Building a Water Tower

The author recalls the experience of erecting a water tower; including materials, decisions, the tower, the upper platform and diagrams.

| May/June 1976

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    Figure 1. The author was determined that a lack of electricity wouldn't stop him from having running water.
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    Figure 2.
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    Figure 3 and 4.
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    Figure 5.
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    Figure 6 and 7.

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Click on the Image Gallery for referenced figures and diagrams.

Maybe there's still some city dweller left in me, or perhaps I've just grown too accustomed to the conveniences of modern-day American life . . . but if there's one thing my year-round living quarters must have, it's running water. Thus, when I finally built my long-dreamed-of log cabin in Virginia—off in the woods, with no electricity—I resolved that the dwelling would be equipped with certain luxuries. Namely, a shower, a flush toilet, and a sink tap that really worked!

Now that didn't seem to me to be much to ask . . . but after giving the problem some thought, I found that I wasn't at all sure just where my precious water system's pressure was going to come from. Initially, I figured that a storage tank (which could easily be refilled by a little gasoline engine-driven pump) perched in the cabin's loft would probably handle the job satisfactorily. When I imagined what the inevitable leak in that tank would do to my dwelling's living area, however, I scrapped that idea fast!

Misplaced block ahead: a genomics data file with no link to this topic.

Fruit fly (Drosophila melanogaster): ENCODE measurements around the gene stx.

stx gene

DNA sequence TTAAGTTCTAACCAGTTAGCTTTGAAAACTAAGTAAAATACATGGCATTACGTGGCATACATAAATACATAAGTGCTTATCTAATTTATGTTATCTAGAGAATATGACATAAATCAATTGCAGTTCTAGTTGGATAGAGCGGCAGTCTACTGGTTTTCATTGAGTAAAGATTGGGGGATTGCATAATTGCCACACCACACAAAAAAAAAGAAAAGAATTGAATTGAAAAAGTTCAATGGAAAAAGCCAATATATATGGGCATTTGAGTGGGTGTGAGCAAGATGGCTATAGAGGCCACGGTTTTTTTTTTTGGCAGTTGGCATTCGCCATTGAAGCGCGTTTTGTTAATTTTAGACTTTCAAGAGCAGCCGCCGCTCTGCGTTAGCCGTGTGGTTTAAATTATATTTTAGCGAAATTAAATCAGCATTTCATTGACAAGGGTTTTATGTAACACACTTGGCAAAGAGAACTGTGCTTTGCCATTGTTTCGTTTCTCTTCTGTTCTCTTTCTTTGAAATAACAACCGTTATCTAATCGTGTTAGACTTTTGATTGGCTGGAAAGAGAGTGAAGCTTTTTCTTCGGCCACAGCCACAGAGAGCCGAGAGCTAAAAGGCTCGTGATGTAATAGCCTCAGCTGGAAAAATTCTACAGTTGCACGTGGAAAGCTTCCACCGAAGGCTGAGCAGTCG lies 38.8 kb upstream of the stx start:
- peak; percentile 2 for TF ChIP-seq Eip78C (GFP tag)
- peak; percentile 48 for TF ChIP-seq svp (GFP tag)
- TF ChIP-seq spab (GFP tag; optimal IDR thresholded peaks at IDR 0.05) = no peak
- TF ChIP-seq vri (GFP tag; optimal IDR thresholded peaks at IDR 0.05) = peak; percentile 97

The solution to my dilemma turned out to be a 375-gallon steel tank mounted atop a 15-foot-high platform at the edge of the clearing outside my cabin (see Fig. 1). The weight of the water stored in this elevated container produces about six pounds of static pressure in the cabin's water lines. This is less than the pressure supplied by most city systems and electric pumps . . . but is enough so that my shower delivers a pleasant, gentle spray and my toilet's flush tank refills without any annoying hiss.

In short, I've had nothing but success with my make-do water system . . . and I'd like nothing better than to tell you how you can construct your own version of the Hilton Homestead Water Tower.


Start by obtaining a galvanized steel tank—the kind with a pipe fitting in the bottom and a conical lid on top—through one of the farm catalogs for around $140 (at least that's what I paid for mine three years ago). This will be the most costly part of your system.

11/13/2013 10:50:05 AM

Dear Mr. Watertower Maker I have one question - I know you stated you fill the container by using a small pump - but where exactly does THAT water come from? Signed, I want a tower!

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